It has been a while since Haste The Day has released any music, and for all intents and purposes the band had broken up in 2011. They were ranked up there with Underoath as being the pioneers of Christian metalcore, and the entire metalcore genre as a whole. They consistently delivered music that was laden with churning aggression and driven by a soaring sense of melody. It was a sad day when they announced that they would be breaking up, as up to that point – they had been dominating my musical tastes and had promptly opened my ears to a wide range of metal bands that further helped to shape my musical tastes.
However, with a five year gap, the length of high school in South Africa, between Attack on the Wolf King, and their latest offering Coward a lot has changed. I am no longer the rosy-cheeked 13 year-old Christian that I was back then, but rather an abrasive and hardened atheist, and the nature of the metalcore has changed a lot over the past five years. It saw the rise of bands like Pierce The Veil and Bring of the Horizon, bands that completely redefined how metalcore should sound, and the fanbase associated with the scene.
Re-enter Haste The Day, and a line-up consisting of the original line-up and the line-up from the years of Attack on the Wolf King. The first thing that becomes apparent from the opening song of Coward is that the band has paid no-mind to the ever fluctuating nature of metalcore. They launch straight into the sound that first placed them on the map, and that led to them defining an entire genre. Coward starts with the pummelling break-down of “Begin”, and it is from this point onward that you know that Haste The Day will not be holding back with their new album. Coward quickly becomes 11 tracks of seething aggression tempered by a chugging sense of melody and serene moments of sincere beauty as orchestral elements slip in-between the blasts of double-bass and snarling guitar riffs.
It is evident that the fusion of the two line-ups has produced an interesting hybrid with regards to Haste The Day’s sound. Their earlier work was rooted in much more distinctive melody, while their later albums draw on a much harsher sound punctuated by moments of soaring melody. Coward finds itself at a crossroads between the harsh sound that characterized their later albums, and the chugging melody that drove their first couple of albums. This comes from the vocal trade-offs between Jimmy Ryan and Stephen Keech, as their vocal styles so strongly contrast one another. Couple this with a jarring juxtaposition of snarling hardcore styled guitar riffs, and cleaner melodic guitar riffs, and you have a musical style that is the epitome of everything brilliant about metalcore.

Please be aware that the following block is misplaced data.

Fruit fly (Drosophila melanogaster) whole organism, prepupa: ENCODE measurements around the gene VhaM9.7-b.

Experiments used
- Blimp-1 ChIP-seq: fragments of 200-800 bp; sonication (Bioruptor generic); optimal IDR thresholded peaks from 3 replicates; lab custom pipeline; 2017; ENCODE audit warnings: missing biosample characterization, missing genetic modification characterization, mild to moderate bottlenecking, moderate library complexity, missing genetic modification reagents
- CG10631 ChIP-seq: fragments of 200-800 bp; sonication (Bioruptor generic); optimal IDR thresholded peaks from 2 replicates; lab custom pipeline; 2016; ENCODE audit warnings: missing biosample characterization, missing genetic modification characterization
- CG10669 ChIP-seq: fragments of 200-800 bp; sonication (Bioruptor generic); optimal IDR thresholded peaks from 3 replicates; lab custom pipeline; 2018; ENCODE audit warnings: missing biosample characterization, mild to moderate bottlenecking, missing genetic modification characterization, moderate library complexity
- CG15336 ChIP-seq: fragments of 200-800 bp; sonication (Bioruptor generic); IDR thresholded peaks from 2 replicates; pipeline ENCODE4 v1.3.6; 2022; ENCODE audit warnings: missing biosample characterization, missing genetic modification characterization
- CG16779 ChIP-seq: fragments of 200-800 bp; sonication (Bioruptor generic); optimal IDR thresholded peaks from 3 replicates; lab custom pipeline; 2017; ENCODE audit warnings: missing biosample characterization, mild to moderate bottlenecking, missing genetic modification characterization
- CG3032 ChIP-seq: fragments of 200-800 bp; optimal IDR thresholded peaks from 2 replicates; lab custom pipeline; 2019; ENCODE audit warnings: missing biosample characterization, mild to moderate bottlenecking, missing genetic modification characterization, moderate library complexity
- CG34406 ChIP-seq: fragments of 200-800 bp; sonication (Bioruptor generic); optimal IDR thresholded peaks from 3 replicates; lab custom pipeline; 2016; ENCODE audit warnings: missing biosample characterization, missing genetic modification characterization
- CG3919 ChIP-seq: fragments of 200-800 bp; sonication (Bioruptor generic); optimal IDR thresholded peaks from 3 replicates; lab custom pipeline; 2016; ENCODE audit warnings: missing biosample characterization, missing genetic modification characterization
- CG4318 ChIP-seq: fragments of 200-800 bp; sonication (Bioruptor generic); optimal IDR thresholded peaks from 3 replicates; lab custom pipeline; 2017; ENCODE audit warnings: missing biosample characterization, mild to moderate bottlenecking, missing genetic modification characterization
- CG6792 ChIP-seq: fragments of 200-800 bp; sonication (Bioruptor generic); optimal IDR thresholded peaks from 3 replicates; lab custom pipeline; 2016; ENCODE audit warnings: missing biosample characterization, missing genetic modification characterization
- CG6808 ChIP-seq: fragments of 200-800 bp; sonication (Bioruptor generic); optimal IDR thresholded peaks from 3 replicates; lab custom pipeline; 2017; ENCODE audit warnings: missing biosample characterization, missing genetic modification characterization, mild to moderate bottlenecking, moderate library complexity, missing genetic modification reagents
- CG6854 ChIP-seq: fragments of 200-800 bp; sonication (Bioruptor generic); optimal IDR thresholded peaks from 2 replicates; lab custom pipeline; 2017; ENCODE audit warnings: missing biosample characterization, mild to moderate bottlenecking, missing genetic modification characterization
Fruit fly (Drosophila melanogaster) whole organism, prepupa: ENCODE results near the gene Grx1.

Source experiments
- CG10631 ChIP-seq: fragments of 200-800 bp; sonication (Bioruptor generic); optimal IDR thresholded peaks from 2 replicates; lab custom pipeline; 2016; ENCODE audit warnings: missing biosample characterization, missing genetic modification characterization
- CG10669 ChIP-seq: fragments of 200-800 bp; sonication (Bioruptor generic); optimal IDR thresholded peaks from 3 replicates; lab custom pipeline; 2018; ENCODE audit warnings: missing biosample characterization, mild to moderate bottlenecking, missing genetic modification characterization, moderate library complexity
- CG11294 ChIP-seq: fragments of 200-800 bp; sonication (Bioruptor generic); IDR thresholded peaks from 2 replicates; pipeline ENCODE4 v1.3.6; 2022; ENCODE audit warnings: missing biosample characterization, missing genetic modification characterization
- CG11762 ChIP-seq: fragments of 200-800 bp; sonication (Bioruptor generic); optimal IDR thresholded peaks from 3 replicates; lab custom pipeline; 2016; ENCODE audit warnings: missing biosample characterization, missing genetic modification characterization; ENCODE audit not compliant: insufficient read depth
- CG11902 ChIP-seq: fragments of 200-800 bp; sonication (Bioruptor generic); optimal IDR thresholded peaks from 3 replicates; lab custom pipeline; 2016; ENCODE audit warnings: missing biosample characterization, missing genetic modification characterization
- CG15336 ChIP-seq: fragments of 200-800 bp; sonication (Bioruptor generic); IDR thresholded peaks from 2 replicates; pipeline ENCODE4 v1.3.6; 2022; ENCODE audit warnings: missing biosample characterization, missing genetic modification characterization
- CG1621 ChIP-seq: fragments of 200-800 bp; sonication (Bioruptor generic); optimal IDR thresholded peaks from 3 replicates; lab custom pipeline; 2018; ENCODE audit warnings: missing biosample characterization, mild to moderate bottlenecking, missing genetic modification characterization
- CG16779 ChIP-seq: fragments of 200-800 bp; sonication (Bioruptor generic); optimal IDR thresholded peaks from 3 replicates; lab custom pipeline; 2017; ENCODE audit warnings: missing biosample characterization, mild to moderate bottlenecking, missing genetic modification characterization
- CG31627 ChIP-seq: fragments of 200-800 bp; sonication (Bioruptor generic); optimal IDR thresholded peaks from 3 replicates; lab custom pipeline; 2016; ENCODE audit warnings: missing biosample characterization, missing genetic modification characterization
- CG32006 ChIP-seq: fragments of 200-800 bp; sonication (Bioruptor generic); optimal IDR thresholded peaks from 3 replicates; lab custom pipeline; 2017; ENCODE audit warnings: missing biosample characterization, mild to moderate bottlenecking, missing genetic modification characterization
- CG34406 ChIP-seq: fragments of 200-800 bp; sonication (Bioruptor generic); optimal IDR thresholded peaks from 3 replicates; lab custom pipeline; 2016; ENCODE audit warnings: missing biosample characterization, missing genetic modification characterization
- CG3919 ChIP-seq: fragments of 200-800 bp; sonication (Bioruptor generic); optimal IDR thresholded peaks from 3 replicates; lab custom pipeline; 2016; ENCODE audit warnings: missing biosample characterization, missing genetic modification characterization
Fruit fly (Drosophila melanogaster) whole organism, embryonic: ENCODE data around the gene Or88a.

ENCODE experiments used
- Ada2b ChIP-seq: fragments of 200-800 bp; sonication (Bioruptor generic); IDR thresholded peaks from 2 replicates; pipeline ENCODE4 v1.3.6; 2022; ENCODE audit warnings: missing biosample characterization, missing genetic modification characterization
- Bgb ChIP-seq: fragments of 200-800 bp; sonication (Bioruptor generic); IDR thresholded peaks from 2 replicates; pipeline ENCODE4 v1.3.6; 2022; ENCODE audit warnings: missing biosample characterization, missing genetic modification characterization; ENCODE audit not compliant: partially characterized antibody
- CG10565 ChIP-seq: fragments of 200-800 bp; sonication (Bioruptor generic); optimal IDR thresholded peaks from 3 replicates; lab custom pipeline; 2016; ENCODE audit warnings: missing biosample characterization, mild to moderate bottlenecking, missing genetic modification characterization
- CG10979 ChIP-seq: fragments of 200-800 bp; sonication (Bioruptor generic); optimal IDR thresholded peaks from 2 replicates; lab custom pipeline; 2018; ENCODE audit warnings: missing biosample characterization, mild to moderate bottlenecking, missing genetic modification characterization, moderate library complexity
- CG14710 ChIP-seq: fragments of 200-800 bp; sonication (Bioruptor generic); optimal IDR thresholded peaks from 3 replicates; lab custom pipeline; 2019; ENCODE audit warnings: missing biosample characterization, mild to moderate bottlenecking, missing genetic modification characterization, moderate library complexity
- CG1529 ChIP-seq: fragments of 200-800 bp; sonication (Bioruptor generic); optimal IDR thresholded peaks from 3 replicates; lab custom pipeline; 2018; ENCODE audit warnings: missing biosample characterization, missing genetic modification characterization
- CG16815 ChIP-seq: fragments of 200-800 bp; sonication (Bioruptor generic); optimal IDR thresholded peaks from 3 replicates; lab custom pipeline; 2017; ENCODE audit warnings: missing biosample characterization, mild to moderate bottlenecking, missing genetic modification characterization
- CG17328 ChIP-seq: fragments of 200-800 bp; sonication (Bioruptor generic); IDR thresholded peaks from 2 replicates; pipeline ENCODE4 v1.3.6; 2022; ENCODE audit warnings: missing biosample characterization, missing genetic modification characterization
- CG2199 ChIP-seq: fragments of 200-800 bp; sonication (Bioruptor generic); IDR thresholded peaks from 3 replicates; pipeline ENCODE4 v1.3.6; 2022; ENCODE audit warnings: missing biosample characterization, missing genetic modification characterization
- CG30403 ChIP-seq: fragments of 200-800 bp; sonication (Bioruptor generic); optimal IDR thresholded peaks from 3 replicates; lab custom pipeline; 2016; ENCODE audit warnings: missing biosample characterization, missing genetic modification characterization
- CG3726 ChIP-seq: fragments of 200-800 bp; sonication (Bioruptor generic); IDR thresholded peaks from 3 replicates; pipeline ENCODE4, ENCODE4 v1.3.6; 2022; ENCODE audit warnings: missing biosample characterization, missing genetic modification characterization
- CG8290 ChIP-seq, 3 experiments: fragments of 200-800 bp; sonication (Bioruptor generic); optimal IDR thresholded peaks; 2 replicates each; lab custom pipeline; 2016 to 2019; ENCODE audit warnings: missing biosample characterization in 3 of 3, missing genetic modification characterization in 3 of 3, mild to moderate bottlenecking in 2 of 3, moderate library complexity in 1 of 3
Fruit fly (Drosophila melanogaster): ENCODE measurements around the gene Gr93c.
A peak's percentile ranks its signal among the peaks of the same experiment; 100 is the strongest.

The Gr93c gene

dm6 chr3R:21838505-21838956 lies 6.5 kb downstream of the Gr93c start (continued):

The part that I always loved about Haste The Day were their lyrics, and it was also the part that I was the most wary about with regards to Coward. Unlike many Christian bands, Haste The Day is not one for ambiguity within their lyrics and it is difficult for one to not acknowledge that Coward is a Christian record. Yes, Coward is the metal equivalent of praise and worship, and there is no escaping the obvious religious references. However, there is enough breathing room for one to twist the lyrics to become secular, and as usual it becomes an album about love, hope, recovery, and just generally making the world a better place and the journey to becoming a better person.
Haste The Day dominated the metal scene for a decade, and then left a lasting legacy despite breaking up. They were the less popular Underoath, but had as massive of an effect on the nature of the modern metal scene. Coward may be their first album in a while, and it may be a very jam-packed line-up filled with musicians that have clearly aged a bit since they last released music. That aside, Coward is a brilliant album and a massive effort considering that it was entirely crowd-funded. The high point of the album is quite possibly the female vocals that are slipped into the mid-point of the album on “Shadows”. They come out of nowhere between guttural screams and pummeling breakdowns, and it is that moment that embodies Haste The Day: serene beauty in moments of harsh desolation.